Common-sense thinking about human nature, suggests, of course, that we all have different timespans. Why is it that some of us have long FTPs and not others? Motivation, academic capability, personal ethos and philosophical belief, and/or confidence, in this case, may account for individual variations in the setting of a particular timespan. A pervasive question is, how do we encourage students to develop and sustain deep FTPs? Chou, from our previous example, may envisage a future timespan of 5–7 years for the completion of his Ph.D. Another student, by contrast, may not have this ambition and instead project a future timespan of a couple of months maximum. This example of disparity in future timespans has implications for educators, stakeholders, and policymakers. In particular, let us explore the topical theme of optimal best (Fraillon, 2004; Martin, 2006; Phan et al., 2016) and consider how this feat could serve as a means to encourage and promote an extended FTP.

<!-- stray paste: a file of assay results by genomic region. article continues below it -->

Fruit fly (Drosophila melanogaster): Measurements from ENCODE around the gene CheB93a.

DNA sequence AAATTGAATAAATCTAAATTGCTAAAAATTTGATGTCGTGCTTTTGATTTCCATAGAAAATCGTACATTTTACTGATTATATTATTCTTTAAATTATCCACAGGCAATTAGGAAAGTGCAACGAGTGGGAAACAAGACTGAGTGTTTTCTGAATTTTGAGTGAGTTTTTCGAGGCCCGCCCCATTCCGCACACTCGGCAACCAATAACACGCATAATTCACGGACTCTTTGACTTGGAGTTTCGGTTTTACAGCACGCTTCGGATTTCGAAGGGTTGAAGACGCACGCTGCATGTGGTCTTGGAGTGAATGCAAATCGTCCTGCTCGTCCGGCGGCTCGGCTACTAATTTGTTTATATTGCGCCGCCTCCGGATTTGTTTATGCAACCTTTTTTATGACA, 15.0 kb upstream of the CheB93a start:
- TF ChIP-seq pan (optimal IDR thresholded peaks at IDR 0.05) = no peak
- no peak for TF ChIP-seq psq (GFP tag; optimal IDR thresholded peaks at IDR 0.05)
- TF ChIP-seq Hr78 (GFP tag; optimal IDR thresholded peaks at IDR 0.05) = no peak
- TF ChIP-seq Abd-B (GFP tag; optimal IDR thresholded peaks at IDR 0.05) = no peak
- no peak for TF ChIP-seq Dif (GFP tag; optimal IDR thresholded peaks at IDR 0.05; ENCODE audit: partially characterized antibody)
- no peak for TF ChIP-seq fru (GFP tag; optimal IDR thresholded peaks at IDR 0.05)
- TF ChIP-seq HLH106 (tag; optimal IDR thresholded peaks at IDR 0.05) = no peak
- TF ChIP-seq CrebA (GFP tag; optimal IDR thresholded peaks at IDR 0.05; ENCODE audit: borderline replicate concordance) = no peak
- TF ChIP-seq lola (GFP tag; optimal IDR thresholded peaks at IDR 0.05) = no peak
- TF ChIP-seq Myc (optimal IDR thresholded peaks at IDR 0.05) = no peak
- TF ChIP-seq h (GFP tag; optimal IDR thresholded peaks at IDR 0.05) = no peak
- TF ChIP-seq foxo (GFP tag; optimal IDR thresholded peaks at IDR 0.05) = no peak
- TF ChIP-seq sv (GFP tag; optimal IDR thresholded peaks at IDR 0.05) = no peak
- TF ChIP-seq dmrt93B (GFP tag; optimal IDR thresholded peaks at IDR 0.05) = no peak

Achievement of optimal best is subjective and, indeed, reflects a person’s personal best (Fraillon, 2004; Martin, 2006; Liem et al., 2012; Phan et al., 2016). Optimal best in a academic subjects, for instance, is not static but may improve over time, as a result of cognitive maturity, increasing effort expenditure, in-depth understanding, and personal growth. For example, at present, a Year 8 student may indicate that her optimal best in “essay composition” is the capacity to write a scholarly 2000-word essay about the life of Erik Erikson. By the time this student is in first-year university, she would reflect and realize that her previous optimal best is now somewhat “low” in terms of cognitive capability. No doubt, at this stage of cognitive maturity, composing and writing a 2000-word essay about Erikson’s life would be perceived as being easy. As has been discussed previously (Phan and Ngu, 2017a), a person’s optimal best at the present time (i.e., L2) eventually becomes prior cognitive experience (i.e., L1) and forms part of his/her repertoire of knowledge. What this entails is that there is no definitive limit to a person’s optimal best. However, an “unrealistic” level of optimal best would not be conducive, giving rise to inaccurate results.